Particle orientations are promoted not only by aerodynamic forces but also by forces of a different nature, such as wind shifts and electric fields. Kaul (2000) supposed that in such conditions, crystalline particles can have a preferential orientation in the horizontal plane (azimuthal orientation). It is obvious that the direction of preferential orientation is connected with the direction of action of these forces. The basis for such a conclusion is the observed non-invariance of the BSPM with respect to rotation of the coordinate system (Kaul, 2000; Kaul et al., 2004; Hayman et al., 2014; Samokhvalov et al., 2014). If we use linear polarized radiation and rotate the lidar around a vertical axis, signal energy depends on the angle of lidar rotation relative to the plane of preferential orientation of the particles if m12≠0 (Kokhanenko et al., 2018). According to a large array of experimentally measured BSPM, the distribution of relative frequencies for m12 shows that the value of m12 lies in the interval with the probability about 30 % (Kaul et al., 2004; Balin et al., 2009). Therefore we would have to observe the modulation of the signal very often. However, we did not find references to such direct experiments in the literature.
It should be mentioned that most of the works used the 532 nm wavelength for measurements. Due to technical difficulties, only a small number of works use the first harmonic of the Nd:YAG laser (1064 nm) that is optimal for recording aerosol layers (McGill et al., 2002; Burton et al., 2015; Haarig et al., 2016, 2017; Veselovskii et al., 2017). The assumption of independence of the crystalline particle scattering of the wavelength is not always justified (Tao et al., 2008; Vaughan et al., 2010; Borovoi et al., 2014). Therefore, a comparison of the polarization and amplitude (color ratio) of signals at two wavelengths can provide the additional information about properties of crystalline particles.
The optical properties of ice clouds, including their effect on the radiation balance, are determined by both the microphysical properties of crystalline particles and the presence of their orientation. These properties are in turn determined by complex meteorological processes in the clouds. Therefore, the study of the orientation of crystalline particles provides significant information about these processes. The article describes a scanning polarization lidar LOSA-M3, developed at the IAO SB RAS (V. E. Zuev Institute of Atmospheric Optics, the Siberian Branch of the Russian Academy of Sciences). The first results of studying the crystalline particle orientation by means of this lidar are given herein. The main purpose of this lidar is to study the optical characteristics of the mid- and high-level ice clouds at two wavelengths – 532 and 1064 nm. The design, optical scheme and principle of operation of the scanning polarization lidar are described in Sect. 2. Methods of instrument setup and calibration of the polarization channels are described in Sect. 3. Examples of observations of horizontally oriented particles in the cirrus clouds are given in Sect. 4.
The scanning polarizing lidar LOSA-M3 is a continuation of a series of small-size lidars LOSA-MS and LOSA-M2 (Bairashin et al., 2005, 2011), developed and operated in the IAO SB RAS in the Laboratory of Optical Sensing of the Atmosphere (LOSA). All of these lidars are intended primarily for use in field conditions, which impose certain restrictions on the weight-dimensional characteristics and the energy potential of the device. The main features of the LOSA-M3 lidar are the following: (1) an automatic scanning device, which allows changing the direction of sensing within the upper hemisphere at the speed of up to 1.5∘ s−1 with an accuracy of the angle measurement setting of at least 1 arcmin, (2) separation of the polarization components of the received radiation – Ico, which coincides with the original radiation, and the component Icros orthogonal to it, being carried out directly behind the receiving telescope without installing the elements distorting polarization, such as dichroic mirrors and beam splitters, and (3) continuous alternation of the initial polarization state (linear–circular) from pulse to pulse that makes it possible to detect the deviations of BSPM from the diagonal shape (Balin et al., 2011). A photograph of the lidar system is shown in Fig. 1.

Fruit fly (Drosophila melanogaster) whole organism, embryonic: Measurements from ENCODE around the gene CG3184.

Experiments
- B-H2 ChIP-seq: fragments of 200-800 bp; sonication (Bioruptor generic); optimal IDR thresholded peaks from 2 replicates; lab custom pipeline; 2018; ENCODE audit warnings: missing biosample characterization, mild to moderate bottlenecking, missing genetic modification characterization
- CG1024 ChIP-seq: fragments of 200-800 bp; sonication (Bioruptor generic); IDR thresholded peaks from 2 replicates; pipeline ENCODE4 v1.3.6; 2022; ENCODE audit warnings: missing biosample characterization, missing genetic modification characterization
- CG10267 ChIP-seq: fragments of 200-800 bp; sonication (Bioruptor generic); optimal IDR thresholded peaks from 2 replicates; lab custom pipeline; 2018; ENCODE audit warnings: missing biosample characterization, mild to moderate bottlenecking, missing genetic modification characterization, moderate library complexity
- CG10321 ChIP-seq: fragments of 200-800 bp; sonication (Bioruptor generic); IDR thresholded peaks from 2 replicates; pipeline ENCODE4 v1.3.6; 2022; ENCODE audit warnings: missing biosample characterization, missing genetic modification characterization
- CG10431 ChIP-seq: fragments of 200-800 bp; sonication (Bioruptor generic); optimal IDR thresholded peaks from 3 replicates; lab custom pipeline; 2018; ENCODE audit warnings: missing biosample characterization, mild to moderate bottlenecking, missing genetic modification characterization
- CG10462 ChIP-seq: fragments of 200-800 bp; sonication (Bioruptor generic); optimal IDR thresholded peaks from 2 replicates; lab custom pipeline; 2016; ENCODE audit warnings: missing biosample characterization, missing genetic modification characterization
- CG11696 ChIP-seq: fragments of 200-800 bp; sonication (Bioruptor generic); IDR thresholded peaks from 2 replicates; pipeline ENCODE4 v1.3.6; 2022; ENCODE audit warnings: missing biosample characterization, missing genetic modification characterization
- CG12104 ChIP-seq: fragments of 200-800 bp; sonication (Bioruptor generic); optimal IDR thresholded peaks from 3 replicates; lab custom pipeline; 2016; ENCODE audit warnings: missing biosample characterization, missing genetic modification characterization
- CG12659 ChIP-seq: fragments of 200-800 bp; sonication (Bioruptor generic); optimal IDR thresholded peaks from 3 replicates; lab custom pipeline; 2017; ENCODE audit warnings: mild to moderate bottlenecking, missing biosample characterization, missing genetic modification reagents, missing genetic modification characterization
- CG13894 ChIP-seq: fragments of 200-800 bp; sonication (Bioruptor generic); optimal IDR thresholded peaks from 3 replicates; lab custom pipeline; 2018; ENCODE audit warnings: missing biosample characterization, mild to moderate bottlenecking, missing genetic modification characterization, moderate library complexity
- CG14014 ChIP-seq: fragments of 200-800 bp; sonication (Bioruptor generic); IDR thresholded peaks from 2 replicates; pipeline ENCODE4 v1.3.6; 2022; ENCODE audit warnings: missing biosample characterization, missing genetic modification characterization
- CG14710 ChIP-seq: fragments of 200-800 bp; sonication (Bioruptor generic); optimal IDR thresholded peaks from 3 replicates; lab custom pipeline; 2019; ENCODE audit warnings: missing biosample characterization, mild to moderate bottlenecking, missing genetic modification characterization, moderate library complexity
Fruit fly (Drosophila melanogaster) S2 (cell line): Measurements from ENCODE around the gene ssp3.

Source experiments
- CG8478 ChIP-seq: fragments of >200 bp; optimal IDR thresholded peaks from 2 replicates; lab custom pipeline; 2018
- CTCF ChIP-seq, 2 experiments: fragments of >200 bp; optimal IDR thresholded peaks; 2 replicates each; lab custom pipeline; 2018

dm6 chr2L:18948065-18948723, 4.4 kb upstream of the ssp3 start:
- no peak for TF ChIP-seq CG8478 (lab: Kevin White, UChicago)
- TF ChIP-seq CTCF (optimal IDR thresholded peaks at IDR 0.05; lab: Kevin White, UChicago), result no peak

The optical scheme of the lidar is shown in Fig. 2. The Q-smart 850 (Quantel) laser with a fundamental harmonic energy of 850 mJ is used with the repetition frequency of 10 Hz (externally triggered). Radiation is linearly polarized, but the polarization plane of the second harmonic (532 nm) is rotated by 45∘ relative to the first. For coincidence of the polarization planes, the phase plate PP1 with the phase shift of 20 wavelengths for λ=532 nm and 9.5 wavelengths for λ=1064 nm is installed. The rotation of this plate causes the rotation of the polarization plane for 1064 nm but does not affect the polarization of 532 nm. Turning the plate helps achieve the coincidence of the polarization planes for two harmonics. The Glan prism (GP) improves the polarization contrast of radiation. The quarter-wave λ∕4 phase plate PP2 serves to transform the polarization state (linear–circular).
Rotation of the phase plates (the analogous plate – PP3 – is placed in front of the analyzer) is performed by means of the rotating platform 8RU-M (Standa) in synchronism with the laser pulse frequency. Thus, the phase plate can rotate by 45∘ between pulses; at the same time, the state of polarization will consistently change from linear to circular and vice versa. Lidar signals are separately recorded for each position of the plates PP2 and PP3 and can be summed up (accumulated) in further processing for a certain period of time. Usually it takes from 10 s to 1 min. Thus, a synchronous rotation of two plates – PP2 in the transmission channel and PP3 in the receiver – allows measuring the polarization characteristics (e.g., depolarization ratio ) simultaneously for both linear and circular polarizations.